Criminal Procedure Code 2010 (Act 15 of 2010) ss6, 159 (2) , 162, 165, 166 (1) , 166 (2) (a) , 169 (1) (c) , 370 (consd) ; ss159, 162 (d) , 166, 166 (1) (b) , 166 (2) , 176, 192, 193, 195, 196

Evidence Act (Cap 97, 1997 Rev Ed) s2 (2) (consd)

Interpretation Act (Cap 1, 2002 Rev Ed) s9 A (1) (consd)

Crimes Act 1914 (Cth) s3 N

Criminal Code, RSC 1985, c C-46 (Can) s490 (15)

Criminal Procedure Ordinance (Cap 221) (HK)

Police and Criminal Evidence Act 1984 (c60) (UK) ss21 (3) , 21 (8) (consd) ;s21

Criminal Procedure and Sentencing—Disclosure—Applicants requesting production of documents which they previously owned but were lawfully seized by law enforcement authorities—Applicants requesting production of seized documents having not served Case for the Defence—Prosecution intending to admit seized documents at trial having served Case for the Prosecution—Whether there existed common law right of access by accused persons to documents over which they had ownership or legal custody or a legal right to control immediately before lawful seizure—Whether Criminal Procedure Code 2010 (Act 15 of 2010) had affected and/or modified this common law right if it existed—Whether it would be in interests of justice to recognise existence of right of access to seized documents even if there was no such right at common law—Whether allowing applicants access to seized documents would be prejudicial to public interest—Sections6, 162, 166 (1) and 166 (2) (a) Criminal Procedure Code 2010 (Act 15 of 2010)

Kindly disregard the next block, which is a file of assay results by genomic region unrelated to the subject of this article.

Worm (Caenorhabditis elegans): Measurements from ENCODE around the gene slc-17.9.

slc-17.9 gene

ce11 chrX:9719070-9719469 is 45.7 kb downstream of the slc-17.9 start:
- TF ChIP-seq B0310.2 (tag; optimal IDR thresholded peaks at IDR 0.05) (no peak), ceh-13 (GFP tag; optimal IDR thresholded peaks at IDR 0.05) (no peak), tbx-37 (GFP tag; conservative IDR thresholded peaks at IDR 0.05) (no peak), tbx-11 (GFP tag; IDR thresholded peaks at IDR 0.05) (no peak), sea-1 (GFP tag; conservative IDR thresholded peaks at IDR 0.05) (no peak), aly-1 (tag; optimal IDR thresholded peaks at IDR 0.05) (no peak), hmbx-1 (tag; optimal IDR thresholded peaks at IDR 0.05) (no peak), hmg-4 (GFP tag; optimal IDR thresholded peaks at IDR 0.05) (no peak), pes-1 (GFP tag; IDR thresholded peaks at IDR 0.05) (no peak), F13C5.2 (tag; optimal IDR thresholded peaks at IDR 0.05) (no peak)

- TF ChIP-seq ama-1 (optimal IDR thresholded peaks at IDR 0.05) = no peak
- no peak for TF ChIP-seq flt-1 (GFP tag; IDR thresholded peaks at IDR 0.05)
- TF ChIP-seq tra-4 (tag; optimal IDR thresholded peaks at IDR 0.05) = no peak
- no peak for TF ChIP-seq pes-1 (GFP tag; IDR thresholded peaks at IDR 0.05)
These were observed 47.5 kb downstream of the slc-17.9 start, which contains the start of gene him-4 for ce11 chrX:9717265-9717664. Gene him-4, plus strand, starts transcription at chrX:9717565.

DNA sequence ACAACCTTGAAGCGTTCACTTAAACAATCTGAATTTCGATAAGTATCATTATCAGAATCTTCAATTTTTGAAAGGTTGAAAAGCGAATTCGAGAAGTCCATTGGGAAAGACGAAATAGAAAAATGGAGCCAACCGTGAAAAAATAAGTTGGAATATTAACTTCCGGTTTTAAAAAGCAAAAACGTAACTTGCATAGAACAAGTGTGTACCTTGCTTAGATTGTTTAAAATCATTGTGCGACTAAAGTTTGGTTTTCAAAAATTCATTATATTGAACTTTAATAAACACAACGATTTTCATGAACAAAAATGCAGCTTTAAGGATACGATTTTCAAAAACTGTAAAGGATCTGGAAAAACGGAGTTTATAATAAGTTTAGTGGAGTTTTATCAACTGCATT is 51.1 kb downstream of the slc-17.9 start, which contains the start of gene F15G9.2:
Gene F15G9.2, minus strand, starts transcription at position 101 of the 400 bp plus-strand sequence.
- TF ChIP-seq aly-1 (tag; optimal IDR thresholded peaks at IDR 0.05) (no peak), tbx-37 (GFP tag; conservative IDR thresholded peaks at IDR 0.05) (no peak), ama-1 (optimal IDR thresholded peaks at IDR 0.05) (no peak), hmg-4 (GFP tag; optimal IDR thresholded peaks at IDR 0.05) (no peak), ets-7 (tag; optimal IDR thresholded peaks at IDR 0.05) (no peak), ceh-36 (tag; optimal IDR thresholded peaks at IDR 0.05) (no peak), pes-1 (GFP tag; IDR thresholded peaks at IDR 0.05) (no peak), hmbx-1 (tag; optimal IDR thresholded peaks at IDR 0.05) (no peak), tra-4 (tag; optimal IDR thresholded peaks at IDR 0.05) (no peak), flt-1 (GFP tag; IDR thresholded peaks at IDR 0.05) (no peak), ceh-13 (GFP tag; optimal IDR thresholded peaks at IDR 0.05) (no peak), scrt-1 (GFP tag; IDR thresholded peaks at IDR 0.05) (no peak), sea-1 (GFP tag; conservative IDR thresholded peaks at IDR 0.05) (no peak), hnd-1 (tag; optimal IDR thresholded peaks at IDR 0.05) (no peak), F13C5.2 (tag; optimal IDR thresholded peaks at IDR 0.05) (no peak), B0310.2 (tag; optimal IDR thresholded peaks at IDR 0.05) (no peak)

Statutory Interpretation—Construction of statute—Applicants requesting production of documents which they previously owned but were lawfully seized by law enforcement authorities—Meaning of ‘such procedures as the justice of the case may require’—Section6 Criminal Procedure Code 2010 (Act 15 of 2010)